• Jill, thanks. Someone needs to speak the hard truths. I have said many times before and after the GOP tax bill, increasing the deficit and debt is malfeasance. Now, we need a steward to help us address our financial woes. We should not be increasing our debt in times of economic growth – but the GOP sold Americans a bill of goods. But, Dems missed an opportunity when Obama shelved the Simpson-Bowles Deficit Reduction report.

        We need serious cost/ benefit analysis of all changes. What we don’t need is another President who tends to make up faux issues, oversimplifies real prpblems or unwinds anything predecessors did primarily because he did not. Keith

        Liked by 1 person

  4. I have almost no problem with Bernie Sanders except his age. It is the same way that I feel about Joe Biden (other comments to be made when he is in the spotlight). They are presently 77 and 76, both with birthdays later this year that would make them 79 and 78 before inauguration should either of them win the 2020 election. While I have great respect for my elders, I myself now falling into that category, I do not think that their ages make them the best choices for the highest office in the land. That is not to say that either is not well qualified, just that I think that the country needs some fresh perspective and a dash of younger blood. It may well be that Bernie is the best chance for defeating Trump, and I would therefore cast my vote for him…but, he better have an equally good candidate for Vice President as that person may well need to fill some empty shoes before the end of four years. Thank-you!

    Liked by 3 people

    • I rather agree with you. I like both Sanders and Biden. I think that Biden is likely the most qualified of the pack in terms of sheer experience. But, I think the nation is ready for some younger blood, someone who shares the values of the younger generation, for quite frankly their values are better than ours these days, if you consider the Parkland students, Greta Thunberg and the environmental activists. It’s time we made some changes. My fear right now is that if the democrats don’t unite, they are doomed next year. Sigh.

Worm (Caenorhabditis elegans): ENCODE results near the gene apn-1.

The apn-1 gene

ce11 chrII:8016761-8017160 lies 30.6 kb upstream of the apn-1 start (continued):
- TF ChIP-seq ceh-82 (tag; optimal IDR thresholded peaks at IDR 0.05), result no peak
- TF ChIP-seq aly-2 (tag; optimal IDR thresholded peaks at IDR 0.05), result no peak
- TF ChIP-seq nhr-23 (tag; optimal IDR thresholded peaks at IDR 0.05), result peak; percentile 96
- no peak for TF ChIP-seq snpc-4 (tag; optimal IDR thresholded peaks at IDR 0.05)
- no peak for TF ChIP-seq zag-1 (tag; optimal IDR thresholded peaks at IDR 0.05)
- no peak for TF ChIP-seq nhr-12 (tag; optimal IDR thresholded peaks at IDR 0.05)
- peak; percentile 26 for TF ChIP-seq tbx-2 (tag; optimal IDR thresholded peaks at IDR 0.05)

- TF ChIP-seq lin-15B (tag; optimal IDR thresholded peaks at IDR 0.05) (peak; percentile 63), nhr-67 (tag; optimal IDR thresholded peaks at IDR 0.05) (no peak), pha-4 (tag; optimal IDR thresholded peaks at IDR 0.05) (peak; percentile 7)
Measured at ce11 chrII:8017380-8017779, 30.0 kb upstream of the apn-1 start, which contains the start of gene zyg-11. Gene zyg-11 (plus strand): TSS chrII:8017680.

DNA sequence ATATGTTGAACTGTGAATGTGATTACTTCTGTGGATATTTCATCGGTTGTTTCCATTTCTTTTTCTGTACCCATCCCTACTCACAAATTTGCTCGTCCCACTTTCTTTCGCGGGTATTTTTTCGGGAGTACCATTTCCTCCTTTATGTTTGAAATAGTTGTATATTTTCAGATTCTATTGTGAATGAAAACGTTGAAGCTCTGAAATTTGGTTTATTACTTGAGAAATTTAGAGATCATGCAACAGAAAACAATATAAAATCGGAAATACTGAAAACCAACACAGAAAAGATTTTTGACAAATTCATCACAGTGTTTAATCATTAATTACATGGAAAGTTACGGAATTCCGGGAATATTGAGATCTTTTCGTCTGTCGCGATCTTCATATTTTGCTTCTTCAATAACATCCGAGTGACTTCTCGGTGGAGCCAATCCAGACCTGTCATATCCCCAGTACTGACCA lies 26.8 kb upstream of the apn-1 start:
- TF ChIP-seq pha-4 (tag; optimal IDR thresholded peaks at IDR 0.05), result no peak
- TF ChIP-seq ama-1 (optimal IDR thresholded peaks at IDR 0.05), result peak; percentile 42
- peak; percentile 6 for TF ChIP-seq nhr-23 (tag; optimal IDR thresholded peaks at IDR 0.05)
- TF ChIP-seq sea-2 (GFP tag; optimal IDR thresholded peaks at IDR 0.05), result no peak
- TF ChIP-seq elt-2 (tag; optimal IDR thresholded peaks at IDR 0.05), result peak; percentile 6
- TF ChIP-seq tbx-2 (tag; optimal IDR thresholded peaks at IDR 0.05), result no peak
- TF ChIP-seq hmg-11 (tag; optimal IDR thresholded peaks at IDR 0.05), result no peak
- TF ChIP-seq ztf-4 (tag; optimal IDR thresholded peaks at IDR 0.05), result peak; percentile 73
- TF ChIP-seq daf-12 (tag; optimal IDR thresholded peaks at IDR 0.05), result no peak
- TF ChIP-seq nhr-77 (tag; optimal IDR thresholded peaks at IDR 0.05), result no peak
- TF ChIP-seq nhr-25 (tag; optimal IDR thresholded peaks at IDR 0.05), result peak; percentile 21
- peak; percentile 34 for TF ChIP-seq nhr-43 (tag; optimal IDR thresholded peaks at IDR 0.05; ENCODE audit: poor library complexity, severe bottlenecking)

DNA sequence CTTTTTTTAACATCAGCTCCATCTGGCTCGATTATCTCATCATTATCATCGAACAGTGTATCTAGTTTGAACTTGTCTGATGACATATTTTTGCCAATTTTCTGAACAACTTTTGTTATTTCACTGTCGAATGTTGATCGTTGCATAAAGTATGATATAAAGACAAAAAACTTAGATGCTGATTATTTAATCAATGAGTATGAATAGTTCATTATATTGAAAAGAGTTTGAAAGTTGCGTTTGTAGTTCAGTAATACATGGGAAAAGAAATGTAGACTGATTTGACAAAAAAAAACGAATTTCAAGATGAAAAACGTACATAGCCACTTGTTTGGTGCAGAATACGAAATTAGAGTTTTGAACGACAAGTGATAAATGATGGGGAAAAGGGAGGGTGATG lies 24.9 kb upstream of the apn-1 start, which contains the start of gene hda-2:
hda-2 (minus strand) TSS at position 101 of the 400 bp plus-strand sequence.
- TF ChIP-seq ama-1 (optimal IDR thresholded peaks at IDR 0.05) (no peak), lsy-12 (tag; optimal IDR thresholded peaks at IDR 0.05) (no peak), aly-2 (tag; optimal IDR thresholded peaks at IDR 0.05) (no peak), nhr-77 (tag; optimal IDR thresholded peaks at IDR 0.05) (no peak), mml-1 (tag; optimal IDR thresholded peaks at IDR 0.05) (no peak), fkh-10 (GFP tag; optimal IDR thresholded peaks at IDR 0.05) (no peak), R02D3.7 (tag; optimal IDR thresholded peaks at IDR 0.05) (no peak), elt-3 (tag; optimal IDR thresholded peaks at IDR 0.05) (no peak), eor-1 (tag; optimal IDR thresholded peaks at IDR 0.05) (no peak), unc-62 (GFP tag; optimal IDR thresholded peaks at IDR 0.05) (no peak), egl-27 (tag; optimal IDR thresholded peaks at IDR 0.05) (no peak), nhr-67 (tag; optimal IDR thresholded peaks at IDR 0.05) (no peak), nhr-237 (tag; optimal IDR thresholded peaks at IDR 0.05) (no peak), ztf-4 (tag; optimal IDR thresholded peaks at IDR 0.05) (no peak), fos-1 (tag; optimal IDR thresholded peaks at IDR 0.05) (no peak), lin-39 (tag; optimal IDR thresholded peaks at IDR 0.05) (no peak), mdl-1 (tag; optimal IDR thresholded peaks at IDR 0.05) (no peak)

Liked by 1 person

  5. Bernie’s position is a very good one but I’d worry he might be a little old. Presidents often seem to come from that age group but maybe it’s time for another JFK in tune with the younger age group and with a better world view as regards the climate and armed disputes in other countries and gun control..

    Liked by 3 people

    • Perhaps Bernie is our last great hope to overthrow Trump. He has an awesome platform, solid grassroots support from the ppl. As of now I don’t see a better candidate, perhaps Biden, but he too is getting up in age.

      Liked by 2 people

    • Bernie has two things going against him. One is what you’ve mentioned: his age. The other is that pesky little word that seems to send people screaming in fear: democratic socialism. I consider myself a democratic socialist, but what I find is that people have absolutely NO idea what that means. They think of Karl Marx, they think of communism, they don’t know the difference and are too lazy to study it. I started a post about that a few weeks ago, but never got around to finishing it. Perhaps I should.

      Anyway, to your point, yes, I think a younger candidate is the ticket, and I would like to see a woman as either the primary or secondary on the ticket. It’s time. It’s past time. Way past time. Women have been second-class citizens in this nation for far too long. African-Americans have been second-class citizens for far too long and are still fighting for equality, as are women. I’m still pondering on what I think would be the ideal ticket, but I think that, like you, either Pete Buttigieg or Beto may make a very good choice, as would Elizabeth Warren, but there again is the age thing. Sigh.


      Liked by 1 person